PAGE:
Pira Cousin

BIO & STATEMENT
Pira Cousin is a Finnish-French visual artist working in Helsinki, who has had a versatile career in various forms of visual arts from the early 1980's onwards. She belonged to the Ö-group and its 'female division' Ajattaret.

Since the 1990's, Pira Cousin has carried out several photography projects in Finland and other parts of Europe. She has held solo exhibitions and regularly participated in group exhibitions. Her photographic series from the 1990's include There Has to Be Warm Somewhere (1994), shot in South England and Wales,  Dans les Jardins de Paris (1997), drawing from the wintery atmosphere of Parisian parks, and Angel's Afternoon, featuring a pregnant angel figure (1998).  Cousin's melancholy photographs emanate the tradition of classic black-and-white photography.

In her solo exhibition, Preimages and Relics (Laterna Magica, Helsinki, 2005),  Cousin created object installations in old cigar boxes. In Sediments (The Art Lending Service at The Rikhardinkatu Library, Helsinki, 2012), she created her pieces from found refuse, such as flattened beer cans and bicycle reflectors.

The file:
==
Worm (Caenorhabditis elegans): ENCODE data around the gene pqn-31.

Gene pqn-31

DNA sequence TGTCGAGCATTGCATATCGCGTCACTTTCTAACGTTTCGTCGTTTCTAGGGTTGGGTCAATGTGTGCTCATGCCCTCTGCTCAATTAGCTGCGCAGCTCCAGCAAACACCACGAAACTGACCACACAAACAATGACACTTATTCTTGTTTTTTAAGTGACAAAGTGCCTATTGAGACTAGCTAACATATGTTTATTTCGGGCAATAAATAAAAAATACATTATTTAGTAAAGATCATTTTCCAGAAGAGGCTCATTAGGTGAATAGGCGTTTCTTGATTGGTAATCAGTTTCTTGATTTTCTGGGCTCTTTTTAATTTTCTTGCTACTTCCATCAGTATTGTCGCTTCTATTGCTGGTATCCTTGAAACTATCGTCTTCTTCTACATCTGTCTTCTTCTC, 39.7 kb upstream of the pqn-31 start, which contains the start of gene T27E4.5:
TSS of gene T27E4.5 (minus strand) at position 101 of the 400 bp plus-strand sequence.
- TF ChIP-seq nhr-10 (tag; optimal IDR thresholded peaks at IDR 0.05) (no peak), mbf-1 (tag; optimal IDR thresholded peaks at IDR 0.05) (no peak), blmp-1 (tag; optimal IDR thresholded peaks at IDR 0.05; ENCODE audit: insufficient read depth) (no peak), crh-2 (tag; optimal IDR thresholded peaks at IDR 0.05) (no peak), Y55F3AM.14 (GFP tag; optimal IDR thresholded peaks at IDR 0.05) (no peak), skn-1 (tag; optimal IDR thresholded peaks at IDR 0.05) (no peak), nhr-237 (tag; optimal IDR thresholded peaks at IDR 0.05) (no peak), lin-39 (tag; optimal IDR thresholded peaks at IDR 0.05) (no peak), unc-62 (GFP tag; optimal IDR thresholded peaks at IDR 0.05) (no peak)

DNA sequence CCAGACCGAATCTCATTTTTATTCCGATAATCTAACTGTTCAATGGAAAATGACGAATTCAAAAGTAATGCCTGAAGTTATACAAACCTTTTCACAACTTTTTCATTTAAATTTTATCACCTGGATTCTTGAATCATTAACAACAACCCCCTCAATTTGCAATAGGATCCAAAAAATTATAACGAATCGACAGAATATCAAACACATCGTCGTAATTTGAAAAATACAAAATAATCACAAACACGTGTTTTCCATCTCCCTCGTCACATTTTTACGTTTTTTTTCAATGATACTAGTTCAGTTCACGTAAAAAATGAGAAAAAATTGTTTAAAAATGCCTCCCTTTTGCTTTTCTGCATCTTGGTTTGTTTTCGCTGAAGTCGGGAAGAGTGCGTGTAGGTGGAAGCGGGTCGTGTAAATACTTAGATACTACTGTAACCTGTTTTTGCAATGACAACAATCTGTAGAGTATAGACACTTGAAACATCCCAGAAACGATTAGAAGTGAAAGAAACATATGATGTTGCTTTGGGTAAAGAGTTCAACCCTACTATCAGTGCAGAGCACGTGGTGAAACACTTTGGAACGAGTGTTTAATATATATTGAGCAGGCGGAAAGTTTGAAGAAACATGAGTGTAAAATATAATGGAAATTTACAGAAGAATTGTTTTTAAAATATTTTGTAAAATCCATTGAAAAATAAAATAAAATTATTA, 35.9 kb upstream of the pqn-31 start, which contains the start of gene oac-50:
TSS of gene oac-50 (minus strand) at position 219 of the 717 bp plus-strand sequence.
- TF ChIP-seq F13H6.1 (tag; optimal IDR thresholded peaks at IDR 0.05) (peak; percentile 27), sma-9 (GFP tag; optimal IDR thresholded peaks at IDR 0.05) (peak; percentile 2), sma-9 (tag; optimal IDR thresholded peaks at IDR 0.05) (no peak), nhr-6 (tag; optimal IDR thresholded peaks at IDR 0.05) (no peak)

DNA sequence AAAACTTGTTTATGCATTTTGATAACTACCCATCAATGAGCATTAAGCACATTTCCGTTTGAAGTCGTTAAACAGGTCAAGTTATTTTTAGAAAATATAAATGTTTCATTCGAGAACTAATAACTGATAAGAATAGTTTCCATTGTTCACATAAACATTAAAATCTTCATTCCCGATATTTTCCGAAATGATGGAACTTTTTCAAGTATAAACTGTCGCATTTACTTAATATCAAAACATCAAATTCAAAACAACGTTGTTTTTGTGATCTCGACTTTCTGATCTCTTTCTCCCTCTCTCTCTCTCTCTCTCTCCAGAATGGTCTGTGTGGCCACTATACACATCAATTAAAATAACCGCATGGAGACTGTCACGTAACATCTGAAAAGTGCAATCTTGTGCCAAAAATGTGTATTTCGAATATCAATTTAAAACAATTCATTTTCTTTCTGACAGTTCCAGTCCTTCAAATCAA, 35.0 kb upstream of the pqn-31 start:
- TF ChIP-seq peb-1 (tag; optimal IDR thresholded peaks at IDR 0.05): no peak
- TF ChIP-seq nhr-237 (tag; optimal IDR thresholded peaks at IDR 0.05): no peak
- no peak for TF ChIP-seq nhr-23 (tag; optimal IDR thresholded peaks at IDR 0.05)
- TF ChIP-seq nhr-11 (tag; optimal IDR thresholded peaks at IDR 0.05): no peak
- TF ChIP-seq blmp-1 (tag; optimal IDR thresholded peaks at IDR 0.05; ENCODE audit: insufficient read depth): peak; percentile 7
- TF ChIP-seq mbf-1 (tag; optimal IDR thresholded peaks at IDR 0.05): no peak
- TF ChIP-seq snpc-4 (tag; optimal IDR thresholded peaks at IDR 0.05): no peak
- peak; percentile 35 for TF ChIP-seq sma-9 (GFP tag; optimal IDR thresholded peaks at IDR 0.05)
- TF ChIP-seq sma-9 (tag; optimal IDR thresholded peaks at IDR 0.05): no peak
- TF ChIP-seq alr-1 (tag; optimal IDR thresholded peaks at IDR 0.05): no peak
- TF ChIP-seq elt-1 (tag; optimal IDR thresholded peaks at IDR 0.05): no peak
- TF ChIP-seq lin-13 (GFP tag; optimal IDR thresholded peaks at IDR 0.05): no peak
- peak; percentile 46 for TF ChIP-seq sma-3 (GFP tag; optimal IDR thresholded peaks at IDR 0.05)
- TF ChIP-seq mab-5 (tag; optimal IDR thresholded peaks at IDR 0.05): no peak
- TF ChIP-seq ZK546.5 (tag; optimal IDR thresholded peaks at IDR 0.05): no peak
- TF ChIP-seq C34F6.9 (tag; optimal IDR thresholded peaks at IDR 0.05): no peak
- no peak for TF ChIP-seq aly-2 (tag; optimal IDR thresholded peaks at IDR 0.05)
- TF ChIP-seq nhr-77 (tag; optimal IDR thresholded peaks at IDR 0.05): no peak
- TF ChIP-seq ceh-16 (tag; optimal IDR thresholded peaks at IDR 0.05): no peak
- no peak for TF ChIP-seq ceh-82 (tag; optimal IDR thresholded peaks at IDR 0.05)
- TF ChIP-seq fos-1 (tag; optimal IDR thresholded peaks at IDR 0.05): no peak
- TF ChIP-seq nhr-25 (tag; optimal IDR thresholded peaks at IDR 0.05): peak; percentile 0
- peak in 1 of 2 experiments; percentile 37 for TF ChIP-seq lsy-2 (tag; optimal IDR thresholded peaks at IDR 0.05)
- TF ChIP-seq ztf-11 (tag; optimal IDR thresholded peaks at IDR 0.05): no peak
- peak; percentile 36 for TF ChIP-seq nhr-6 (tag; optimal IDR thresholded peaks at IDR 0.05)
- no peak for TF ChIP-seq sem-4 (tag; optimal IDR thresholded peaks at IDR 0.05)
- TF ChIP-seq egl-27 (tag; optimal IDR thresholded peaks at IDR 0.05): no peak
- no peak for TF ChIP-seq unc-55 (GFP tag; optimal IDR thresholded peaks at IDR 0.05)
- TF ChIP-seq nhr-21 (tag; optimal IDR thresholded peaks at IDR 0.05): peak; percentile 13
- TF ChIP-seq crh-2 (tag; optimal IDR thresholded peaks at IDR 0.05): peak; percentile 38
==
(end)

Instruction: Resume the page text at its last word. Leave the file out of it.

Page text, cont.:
Pira Cousin: Hill of Crosses, 2009-2015 (photo: Timo Nieminen).
The installation is on display at the Taavetinsaari Island during the Mänttä Art Festival.


Since the 2000's, Cousin has participated in environmental art exhibitions in Finland and Estonia. Her works have been displayed in, among others, The Environmental Art Exhibition of Kivinokka in 2009 and Akaa's Näkymä Environmental Art exhibition, themed Land in Situ, in 2013. Cousin's works have also been acquired in public art collections.

For Pira Cousin, making art is  analyzing the reality around her, attempting to understand it. In her works, she also deals with various issues of human existence such as death and the need to be seen. To her, making art is a means of communication.

(Translation: LH)


ARTWORK DESCRIPTION
Hill of Crosses, 2009–2015, installation

Pira Cousin has transformed the middle section of Taavetinsaari Island into a memorial grove, where the audience may remember their dear departed. The artist has erected eleven memorial crosses to the site. The audience can make their own crosses from the natural materials of the island for their deceased loved ones or anyone they wish to pay their respects to. One can also reminisce those loved ones, whose graves are situated far away, on another place or country. The crosses may be added to Cousin’s artwork, expanding it throughout the exhibition.

(KH, DK & EM)